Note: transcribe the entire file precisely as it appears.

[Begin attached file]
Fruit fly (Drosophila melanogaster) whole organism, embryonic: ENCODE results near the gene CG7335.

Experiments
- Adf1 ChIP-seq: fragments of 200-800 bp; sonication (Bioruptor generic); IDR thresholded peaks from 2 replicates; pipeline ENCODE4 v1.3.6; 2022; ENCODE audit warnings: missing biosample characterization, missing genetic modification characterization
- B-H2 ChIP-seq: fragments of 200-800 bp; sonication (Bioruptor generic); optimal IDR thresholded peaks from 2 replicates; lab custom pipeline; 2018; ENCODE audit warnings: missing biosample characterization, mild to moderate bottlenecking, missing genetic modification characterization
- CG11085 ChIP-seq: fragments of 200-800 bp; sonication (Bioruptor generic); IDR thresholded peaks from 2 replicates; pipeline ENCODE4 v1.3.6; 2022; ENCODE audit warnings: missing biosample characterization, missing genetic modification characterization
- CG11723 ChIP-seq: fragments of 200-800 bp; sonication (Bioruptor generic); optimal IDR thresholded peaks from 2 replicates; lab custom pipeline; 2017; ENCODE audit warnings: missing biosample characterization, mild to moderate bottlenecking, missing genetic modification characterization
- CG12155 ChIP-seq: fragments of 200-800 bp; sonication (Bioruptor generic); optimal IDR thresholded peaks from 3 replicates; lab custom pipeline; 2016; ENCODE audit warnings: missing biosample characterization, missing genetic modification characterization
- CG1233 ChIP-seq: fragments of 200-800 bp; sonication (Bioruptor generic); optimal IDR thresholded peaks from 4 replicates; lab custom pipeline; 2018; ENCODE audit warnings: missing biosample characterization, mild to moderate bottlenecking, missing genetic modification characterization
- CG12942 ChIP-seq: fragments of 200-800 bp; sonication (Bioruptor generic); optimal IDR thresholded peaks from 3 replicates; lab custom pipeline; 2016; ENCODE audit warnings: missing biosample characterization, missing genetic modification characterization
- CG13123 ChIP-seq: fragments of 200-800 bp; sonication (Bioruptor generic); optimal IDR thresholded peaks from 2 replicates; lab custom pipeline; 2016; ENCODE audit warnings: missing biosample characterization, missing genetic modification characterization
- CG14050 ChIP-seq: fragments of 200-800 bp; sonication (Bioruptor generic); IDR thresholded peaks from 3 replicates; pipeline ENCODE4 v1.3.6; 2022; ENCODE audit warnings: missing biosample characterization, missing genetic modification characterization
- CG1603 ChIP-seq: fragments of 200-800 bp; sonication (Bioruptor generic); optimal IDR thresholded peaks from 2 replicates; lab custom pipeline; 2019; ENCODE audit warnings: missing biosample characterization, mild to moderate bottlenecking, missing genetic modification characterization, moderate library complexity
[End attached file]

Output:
Fruit fly (Drosophila melanogaster) whole organism, embryonic: ENCODE results near the gene CG7335.

Experiments
- Adf1 ChIP-seq: fragments of 200-800 bp; sonication (Bioruptor generic); IDR thresholded peaks from 2 replicates; pipeline ENCODE4 v1.3.6; 2022; ENCODE audit warnings: missing biosample characterization, missing genetic modification characterization
- B-H2 ChIP-seq: fragments of 200-800 bp; sonication (Bioruptor generic); optimal IDR thresholded peaks from 2 replicates; lab custom pipeline; 2018; ENCODE audit warnings: missing biosample characterization, mild to moderate bottlenecking, missing genetic modification characterization
- CG11085 ChIP-seq: fragments of 200-800 bp; sonication (Bioruptor generic); IDR thresholded peaks from 2 replicates; pipeline ENCODE4 v1.3.6; 2022; ENCODE audit warnings: missing biosample characterization, missing genetic modification characterization
- CG11723 ChIP-seq: fragments of 200-800 bp; sonication (Bioruptor generic); optimal IDR thresholded peaks from 2 replicates; lab custom pipeline; 2017; ENCODE audit warnings: missing biosample characterization, mild to moderate bottlenecking, missing genetic modification characterization
- CG12155 ChIP-seq: fragments of 200-800 bp; sonication (Bioruptor generic); optimal IDR thresholded peaks from 3 replicates; lab custom pipeline; 2016; ENCODE audit warnings: missing biosample characterization, missing genetic modification characterization
- CG1233 ChIP-seq: fragments of 200-800 bp; sonication (Bioruptor generic); optimal IDR thresholded peaks from 4 replicates; lab custom pipeline; 2018; ENCODE audit warnings: missing biosample characterization, mild to moderate bottlenecking, missing genetic modification characterization
- CG12942 ChIP-seq: fragments of 200-800 bp; sonication (Bioruptor generic); optimal IDR thresholded peaks from 3 replicates; lab custom pipeline; 2016; ENCODE audit warnings: missing biosample characterization, missing genetic modification characterization
- CG13123 ChIP-seq: fragments of 200-800 bp; sonication (Bioruptor generic); optimal IDR thresholded peaks from 2 replicates; lab custom pipeline; 2016; ENCODE audit warnings: missing biosample characterization, missing genetic modification characterization
- CG14050 ChIP-seq: fragments of 200-800 bp; sonication (Bioruptor generic); IDR thresholded peaks from 3 replicates; pipeline ENCODE4 v1.3.6; 2022; ENCODE audit warnings: missing biosample characterization, missing genetic modification characterization
- CG1603 ChIP-seq: fragments of 200-800 bp; sonication (Bioruptor generic); optimal IDR thresholded peaks from 2 replicates; lab custom pipeline; 2019; ENCODE audit warnings: missing biosample characterization, mild to moderate bottlenecking, missing genetic modification characterization, moderate library complexity